• $\begingroup$ @Mehrdad: in a formal setting, the rules that pertain are known upfront. For instance, if you are working with powers, $(a^b)^c=a^{bc}$ is true in the reals, but false in the complex. You shouldn't care about what $a,b,c$ are (they could be elements of an abstract field) but know what transformations are allowed. It is not a matter of clarity, it is a matter of rigor. $\endgroup$
    – user65203
    Apr 7 '17 at 6:42
  • $\begingroup$ I was responding to your claim that "At no time do you have to think that the symbols represent numbers and the operators arithmetic computations." I was saying that, in fact, you do have to pause and think what the notation means, because sometimes the meaning of something as simple as $-1$ is unclear and affects the results, as I showed. $\endgroup$
    – user541686
    Apr 7 '17 at 7:37
  • $\begingroup$ @Mehrdad: if you are in a context where $-1$ is ambiguous (in terms of its properties), then you are not working formally. $\endgroup$
    – user65203
    Apr 7 '17 at 7:45
  • $\begingroup$ Wha...? Ambiguity is something the reader decides, not you. You can totally be formal but still be misinterpreted because your writing is ambiguous. I've seen plenty of formal proofs where I got tripped up as to whether e.g. $x^2$ meant the second iterate or whether it meant the square of $x$. The steps were all rigorous & formal, nothing was wrong there. The notation was all explained in the beginning too. I still had to repeatedly stop and parse the notation again. Your assertion that you don't have to pause and think about notation in a formal proof is blatantly false. $\endgroup$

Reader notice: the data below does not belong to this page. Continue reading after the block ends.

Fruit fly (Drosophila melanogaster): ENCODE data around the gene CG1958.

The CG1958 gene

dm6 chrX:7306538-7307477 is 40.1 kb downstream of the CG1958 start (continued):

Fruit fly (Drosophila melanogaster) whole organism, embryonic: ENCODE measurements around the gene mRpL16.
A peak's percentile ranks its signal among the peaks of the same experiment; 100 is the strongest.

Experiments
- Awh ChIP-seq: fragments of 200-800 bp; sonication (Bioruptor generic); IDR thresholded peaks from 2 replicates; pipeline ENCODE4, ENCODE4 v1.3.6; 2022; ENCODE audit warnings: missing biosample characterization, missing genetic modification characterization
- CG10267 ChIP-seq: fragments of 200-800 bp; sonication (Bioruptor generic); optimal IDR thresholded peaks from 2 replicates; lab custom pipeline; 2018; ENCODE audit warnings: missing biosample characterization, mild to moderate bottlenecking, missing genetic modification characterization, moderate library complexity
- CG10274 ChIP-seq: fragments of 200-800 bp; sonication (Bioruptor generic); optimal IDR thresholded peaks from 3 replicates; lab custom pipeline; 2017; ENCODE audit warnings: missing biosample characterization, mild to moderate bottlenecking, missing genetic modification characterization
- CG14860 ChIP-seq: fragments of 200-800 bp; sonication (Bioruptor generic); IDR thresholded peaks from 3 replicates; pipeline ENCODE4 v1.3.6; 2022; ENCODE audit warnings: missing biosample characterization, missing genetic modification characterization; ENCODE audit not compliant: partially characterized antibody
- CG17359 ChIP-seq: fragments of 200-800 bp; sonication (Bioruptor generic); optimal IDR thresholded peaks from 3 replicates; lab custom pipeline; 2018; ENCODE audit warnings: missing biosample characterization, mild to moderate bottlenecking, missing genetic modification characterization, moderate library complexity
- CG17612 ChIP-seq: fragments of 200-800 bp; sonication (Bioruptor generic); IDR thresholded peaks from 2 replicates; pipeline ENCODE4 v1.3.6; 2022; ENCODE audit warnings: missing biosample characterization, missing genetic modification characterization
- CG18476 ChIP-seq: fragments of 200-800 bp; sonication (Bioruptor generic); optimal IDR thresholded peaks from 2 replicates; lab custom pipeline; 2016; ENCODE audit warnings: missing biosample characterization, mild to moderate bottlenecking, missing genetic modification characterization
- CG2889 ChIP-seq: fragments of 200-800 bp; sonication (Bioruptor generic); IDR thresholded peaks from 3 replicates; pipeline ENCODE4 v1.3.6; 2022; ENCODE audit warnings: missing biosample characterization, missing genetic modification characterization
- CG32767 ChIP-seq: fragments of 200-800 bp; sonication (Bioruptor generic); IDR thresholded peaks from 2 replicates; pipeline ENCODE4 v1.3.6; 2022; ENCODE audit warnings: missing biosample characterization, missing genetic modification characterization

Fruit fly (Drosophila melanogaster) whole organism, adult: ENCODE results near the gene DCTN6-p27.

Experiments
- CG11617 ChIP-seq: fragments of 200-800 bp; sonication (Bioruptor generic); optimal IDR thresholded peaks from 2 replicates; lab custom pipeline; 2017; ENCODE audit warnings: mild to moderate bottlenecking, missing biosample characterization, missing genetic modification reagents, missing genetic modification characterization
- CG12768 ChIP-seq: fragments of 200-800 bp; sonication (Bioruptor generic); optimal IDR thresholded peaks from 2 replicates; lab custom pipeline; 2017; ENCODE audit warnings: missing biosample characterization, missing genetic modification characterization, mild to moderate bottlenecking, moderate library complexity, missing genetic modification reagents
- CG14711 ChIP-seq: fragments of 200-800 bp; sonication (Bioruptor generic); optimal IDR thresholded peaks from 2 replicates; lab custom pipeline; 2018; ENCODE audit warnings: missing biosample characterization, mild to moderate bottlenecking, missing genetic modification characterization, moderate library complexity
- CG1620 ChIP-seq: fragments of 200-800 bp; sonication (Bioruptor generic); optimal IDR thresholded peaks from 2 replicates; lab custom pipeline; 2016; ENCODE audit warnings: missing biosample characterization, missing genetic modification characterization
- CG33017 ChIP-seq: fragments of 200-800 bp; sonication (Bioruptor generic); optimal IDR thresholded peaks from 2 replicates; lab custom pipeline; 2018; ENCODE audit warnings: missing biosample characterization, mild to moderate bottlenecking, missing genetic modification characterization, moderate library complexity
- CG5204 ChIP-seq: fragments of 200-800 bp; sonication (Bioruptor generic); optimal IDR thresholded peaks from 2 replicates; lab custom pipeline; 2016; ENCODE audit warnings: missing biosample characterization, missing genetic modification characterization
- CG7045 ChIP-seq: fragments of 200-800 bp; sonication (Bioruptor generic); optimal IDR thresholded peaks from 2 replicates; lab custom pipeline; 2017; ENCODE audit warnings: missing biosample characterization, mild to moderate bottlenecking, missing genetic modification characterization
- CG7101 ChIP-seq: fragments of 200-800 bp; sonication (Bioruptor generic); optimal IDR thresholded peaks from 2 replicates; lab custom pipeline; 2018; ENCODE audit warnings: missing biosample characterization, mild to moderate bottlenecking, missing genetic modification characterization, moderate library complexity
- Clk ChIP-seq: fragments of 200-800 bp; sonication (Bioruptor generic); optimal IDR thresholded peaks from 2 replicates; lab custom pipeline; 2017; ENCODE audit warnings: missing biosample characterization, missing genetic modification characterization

– user541686
    Apr 7 '17 at 8:04
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An formal statement/proof assumes that the problem structure is "sufficiently regular" for the conclusion to hold, and merely explains how to derive the conclusion assuming the unstated assumptions hold true.

Example of an informal statement:

The sum of an infinite geometric series with ratio $r$ is $$\sum_{k=0}^\infty r^k = \frac{1}{1-r}$$

This statement is informal since it is unclear whether this definition applies to some $r$ or all $r$; it does not explain whether it is intended to ascribe a sum to divergent series (sometimes possible).

A formal statement/proof is one that states all assumptions necessary for its conclusions to hold, except perhaps those that are blatantly obvious to the average audience.

Example of a formal statement:

The sum of an infinite geometric series with ratio $r$ is $$\sum_{k=0}^\infty r^k = \frac{1}{1-r}$$ if $|r|<1$; otherwise, we say the series diverges and does not have a sum.

This statement is formal since it explains its required assumptions ($|r|<1$) and does not leave the reader guessing as to whether $1+2+4+\ldots$ was intended to have a sum.

Nevertheless, neither statement is considered incorrect; both of them are correct with reasonable assumptions.